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The Drawback to Simple and Convenient Systems

Gil Gullickson 12/03/2010 @ 6:52pm Crops Technology Editor for Successful Farming magazine/Agriculture.com

Mike Owen has seen some good things happen in crop production during his career as an Extension weeds specialist at Iowa State University (ISU). Bad things often come to his mind first, though. He pointed out several examples to those attending this month’s ISU Integrated Crop Management Conference.

·      “When I got here, woolly cupgrass was not on anyone’s radar,” he says. “It became a huge issue in the Midwest within 10 years.”

Fortunately, the mid-1990s debut of glyphosate-tolerant systems curbed many woolly cupgrass infestations.

This hasn’t been the case with all weeds, though. “In the 1980s, no one knew what common waterhemp was,” says Owen. Now, this weed has biotypes that resist multiple herbicide modes of action.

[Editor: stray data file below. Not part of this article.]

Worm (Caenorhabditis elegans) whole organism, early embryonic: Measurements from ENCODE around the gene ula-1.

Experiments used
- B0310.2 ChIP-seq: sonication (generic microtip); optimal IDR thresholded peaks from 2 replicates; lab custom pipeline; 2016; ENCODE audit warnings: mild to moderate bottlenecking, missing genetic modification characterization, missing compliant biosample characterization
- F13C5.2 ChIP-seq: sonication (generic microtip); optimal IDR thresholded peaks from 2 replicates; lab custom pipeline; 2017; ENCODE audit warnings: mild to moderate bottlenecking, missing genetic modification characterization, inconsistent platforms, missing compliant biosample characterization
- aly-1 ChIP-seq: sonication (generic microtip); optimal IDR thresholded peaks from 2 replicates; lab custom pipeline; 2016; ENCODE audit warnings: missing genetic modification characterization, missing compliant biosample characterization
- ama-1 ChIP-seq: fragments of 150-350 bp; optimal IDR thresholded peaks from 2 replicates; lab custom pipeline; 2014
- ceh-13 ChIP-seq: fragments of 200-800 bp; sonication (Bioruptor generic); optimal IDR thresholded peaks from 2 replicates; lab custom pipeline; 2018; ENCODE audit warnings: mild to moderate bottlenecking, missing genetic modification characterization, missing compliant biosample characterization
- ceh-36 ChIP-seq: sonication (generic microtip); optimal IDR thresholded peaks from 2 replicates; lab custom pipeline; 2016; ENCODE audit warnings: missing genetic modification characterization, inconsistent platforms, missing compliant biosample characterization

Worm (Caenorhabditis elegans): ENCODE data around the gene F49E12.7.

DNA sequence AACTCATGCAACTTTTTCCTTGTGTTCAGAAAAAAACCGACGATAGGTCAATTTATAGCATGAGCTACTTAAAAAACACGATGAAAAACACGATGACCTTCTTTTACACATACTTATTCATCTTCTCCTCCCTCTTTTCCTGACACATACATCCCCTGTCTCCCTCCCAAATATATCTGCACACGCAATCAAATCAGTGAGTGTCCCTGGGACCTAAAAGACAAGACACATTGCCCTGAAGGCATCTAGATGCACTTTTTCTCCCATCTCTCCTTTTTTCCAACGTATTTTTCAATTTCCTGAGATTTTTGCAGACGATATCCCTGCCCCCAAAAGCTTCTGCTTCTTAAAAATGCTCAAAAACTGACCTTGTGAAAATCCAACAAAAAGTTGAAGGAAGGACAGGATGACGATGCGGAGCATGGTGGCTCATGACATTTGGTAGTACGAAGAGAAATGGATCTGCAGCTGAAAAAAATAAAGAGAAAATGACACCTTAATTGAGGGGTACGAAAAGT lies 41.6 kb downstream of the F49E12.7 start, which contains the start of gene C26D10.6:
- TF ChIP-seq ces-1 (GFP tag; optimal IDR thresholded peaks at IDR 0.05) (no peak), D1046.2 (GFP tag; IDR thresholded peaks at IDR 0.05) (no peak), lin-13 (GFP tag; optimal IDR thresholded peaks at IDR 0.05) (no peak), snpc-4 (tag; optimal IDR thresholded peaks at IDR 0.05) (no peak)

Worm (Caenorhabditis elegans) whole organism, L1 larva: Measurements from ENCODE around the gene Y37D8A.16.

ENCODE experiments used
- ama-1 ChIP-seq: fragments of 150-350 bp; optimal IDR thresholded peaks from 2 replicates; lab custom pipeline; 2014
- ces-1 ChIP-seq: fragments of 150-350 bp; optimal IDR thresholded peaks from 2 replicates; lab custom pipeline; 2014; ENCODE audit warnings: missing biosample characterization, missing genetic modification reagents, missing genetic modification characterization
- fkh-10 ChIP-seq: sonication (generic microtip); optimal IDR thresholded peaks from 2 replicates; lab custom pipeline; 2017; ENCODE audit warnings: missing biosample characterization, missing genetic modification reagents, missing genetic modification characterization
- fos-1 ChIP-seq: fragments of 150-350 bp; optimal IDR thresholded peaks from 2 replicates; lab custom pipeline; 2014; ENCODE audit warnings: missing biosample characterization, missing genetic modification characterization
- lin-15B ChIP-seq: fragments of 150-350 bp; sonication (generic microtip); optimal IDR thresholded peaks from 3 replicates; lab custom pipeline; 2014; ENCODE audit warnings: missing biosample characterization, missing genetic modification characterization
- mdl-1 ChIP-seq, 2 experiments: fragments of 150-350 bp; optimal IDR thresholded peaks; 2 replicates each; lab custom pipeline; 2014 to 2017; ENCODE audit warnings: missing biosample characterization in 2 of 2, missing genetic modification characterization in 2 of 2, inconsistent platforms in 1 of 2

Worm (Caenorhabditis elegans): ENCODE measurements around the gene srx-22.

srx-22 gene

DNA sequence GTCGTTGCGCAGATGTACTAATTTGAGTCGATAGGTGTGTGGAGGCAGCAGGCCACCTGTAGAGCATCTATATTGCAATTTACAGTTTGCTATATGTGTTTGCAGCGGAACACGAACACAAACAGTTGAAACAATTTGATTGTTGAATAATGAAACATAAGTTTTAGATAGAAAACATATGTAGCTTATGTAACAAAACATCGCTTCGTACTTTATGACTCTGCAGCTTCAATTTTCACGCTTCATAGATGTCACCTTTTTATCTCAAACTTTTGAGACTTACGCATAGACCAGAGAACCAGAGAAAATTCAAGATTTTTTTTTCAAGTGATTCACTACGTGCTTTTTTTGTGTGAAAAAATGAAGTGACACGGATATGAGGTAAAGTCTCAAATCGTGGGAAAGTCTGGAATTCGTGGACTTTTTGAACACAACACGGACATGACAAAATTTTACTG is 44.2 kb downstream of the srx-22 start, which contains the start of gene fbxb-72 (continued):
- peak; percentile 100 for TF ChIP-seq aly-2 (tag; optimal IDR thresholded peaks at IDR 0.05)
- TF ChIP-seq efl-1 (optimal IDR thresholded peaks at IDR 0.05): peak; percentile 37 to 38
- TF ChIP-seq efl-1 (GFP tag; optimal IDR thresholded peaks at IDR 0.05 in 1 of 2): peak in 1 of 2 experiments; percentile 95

·      The corn-soybean rotation generally held corn rootworm in check in the 1980s. No more. Extended diapause in northern corn rootworm and variant populations of the western corn rootworm have emerged in more areas to nix crop rotation as a control measure.

·      Little was known about maladies like soybean cyst nematode, white mold and Sudden Death Syndrome in soybeans in the 1980s. Now, they consistently threaten Midwestern soybean production.

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